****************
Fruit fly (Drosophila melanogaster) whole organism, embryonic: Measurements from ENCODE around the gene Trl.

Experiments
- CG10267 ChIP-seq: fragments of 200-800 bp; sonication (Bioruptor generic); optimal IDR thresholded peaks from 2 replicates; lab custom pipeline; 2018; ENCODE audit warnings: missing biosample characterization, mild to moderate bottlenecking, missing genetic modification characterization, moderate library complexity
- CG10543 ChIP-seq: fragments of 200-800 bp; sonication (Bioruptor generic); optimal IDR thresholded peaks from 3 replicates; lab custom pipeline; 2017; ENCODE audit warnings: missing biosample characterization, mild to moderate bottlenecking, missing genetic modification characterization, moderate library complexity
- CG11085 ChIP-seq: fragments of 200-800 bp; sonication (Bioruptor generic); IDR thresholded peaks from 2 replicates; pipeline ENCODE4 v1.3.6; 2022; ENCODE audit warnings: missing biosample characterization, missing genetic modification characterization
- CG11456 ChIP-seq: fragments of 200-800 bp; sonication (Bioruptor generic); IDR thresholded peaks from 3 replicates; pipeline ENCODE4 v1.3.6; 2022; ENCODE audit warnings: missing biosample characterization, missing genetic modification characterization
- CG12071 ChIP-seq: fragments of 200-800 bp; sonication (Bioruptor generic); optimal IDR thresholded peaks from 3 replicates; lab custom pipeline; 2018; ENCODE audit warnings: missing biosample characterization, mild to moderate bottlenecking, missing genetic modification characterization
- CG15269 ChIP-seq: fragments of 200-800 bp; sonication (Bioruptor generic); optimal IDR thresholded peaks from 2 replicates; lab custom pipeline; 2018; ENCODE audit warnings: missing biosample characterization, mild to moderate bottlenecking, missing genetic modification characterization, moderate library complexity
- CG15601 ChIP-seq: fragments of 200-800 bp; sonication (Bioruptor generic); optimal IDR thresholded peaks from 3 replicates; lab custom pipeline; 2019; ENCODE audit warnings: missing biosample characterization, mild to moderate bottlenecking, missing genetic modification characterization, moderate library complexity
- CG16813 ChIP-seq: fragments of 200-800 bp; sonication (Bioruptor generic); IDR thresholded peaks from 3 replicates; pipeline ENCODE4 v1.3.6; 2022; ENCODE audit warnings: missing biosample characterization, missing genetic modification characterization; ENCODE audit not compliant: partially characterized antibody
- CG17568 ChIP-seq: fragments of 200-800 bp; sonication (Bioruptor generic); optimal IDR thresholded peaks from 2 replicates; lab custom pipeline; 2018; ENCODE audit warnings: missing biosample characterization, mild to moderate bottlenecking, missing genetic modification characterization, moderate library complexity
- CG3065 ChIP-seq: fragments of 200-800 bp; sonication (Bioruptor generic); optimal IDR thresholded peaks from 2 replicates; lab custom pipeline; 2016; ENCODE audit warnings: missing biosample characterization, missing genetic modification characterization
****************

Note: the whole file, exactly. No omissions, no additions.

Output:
Fruit fly (Drosophila melanogaster) whole organism, embryonic: Measurements from ENCODE around the gene Trl.

Experiments
- CG10267 ChIP-seq: fragments of 200-800 bp; sonication (Bioruptor generic); optimal IDR thresholded peaks from 2 replicates; lab custom pipeline; 2018; ENCODE audit warnings: missing biosample characterization, mild to moderate bottlenecking, missing genetic modification characterization, moderate library complexity
- CG10543 ChIP-seq: fragments of 200-800 bp; sonication (Bioruptor generic); optimal IDR thresholded peaks from 3 replicates; lab custom pipeline; 2017; ENCODE audit warnings: missing biosample characterization, mild to moderate bottlenecking, missing genetic modification characterization, moderate library complexity
- CG11085 ChIP-seq: fragments of 200-800 bp; sonication (Bioruptor generic); IDR thresholded peaks from 2 replicates; pipeline ENCODE4 v1.3.6; 2022; ENCODE audit warnings: missing biosample characterization, missing genetic modification characterization
- CG11456 ChIP-seq: fragments of 200-800 bp; sonication (Bioruptor generic); IDR thresholded peaks from 3 replicates; pipeline ENCODE4 v1.3.6; 2022; ENCODE audit warnings: missing biosample characterization, missing genetic modification characterization
- CG12071 ChIP-seq: fragments of 200-800 bp; sonication (Bioruptor generic); optimal IDR thresholded peaks from 3 replicates; lab custom pipeline; 2018; ENCODE audit warnings: missing biosample characterization, mild to moderate bottlenecking, missing genetic modification characterization
- CG15269 ChIP-seq: fragments of 200-800 bp; sonication (Bioruptor generic); optimal IDR thresholded peaks from 2 replicates; lab custom pipeline; 2018; ENCODE audit warnings: missing biosample characterization, mild to moderate bottlenecking, missing genetic modification characterization, moderate library complexity
- CG15601 ChIP-seq: fragments of 200-800 bp; sonication (Bioruptor generic); optimal IDR thresholded peaks from 3 replicates; lab custom pipeline; 2019; ENCODE audit warnings: missing biosample characterization, mild to moderate bottlenecking, missing genetic modification characterization, moderate library complexity
- CG16813 ChIP-seq: fragments of 200-800 bp; sonication (Bioruptor generic); IDR thresholded peaks from 3 replicates; pipeline ENCODE4 v1.3.6; 2022; ENCODE audit warnings: missing biosample characterization, missing genetic modification characterization; ENCODE audit not compliant: partially characterized antibody
- CG17568 ChIP-seq: fragments of 200-800 bp; sonication (Bioruptor generic); optimal IDR thresholded peaks from 2 replicates; lab custom pipeline; 2018; ENCODE audit warnings: missing biosample characterization, mild to moderate bottlenecking, missing genetic modification characterization, moderate library complexity
- CG3065 ChIP-seq: fragments of 200-800 bp; sonication (Bioruptor generic); optimal IDR thresholded peaks from 2 replicates; lab custom pipeline; 2016; ENCODE audit warnings: missing biosample characterization, missing genetic modification characterization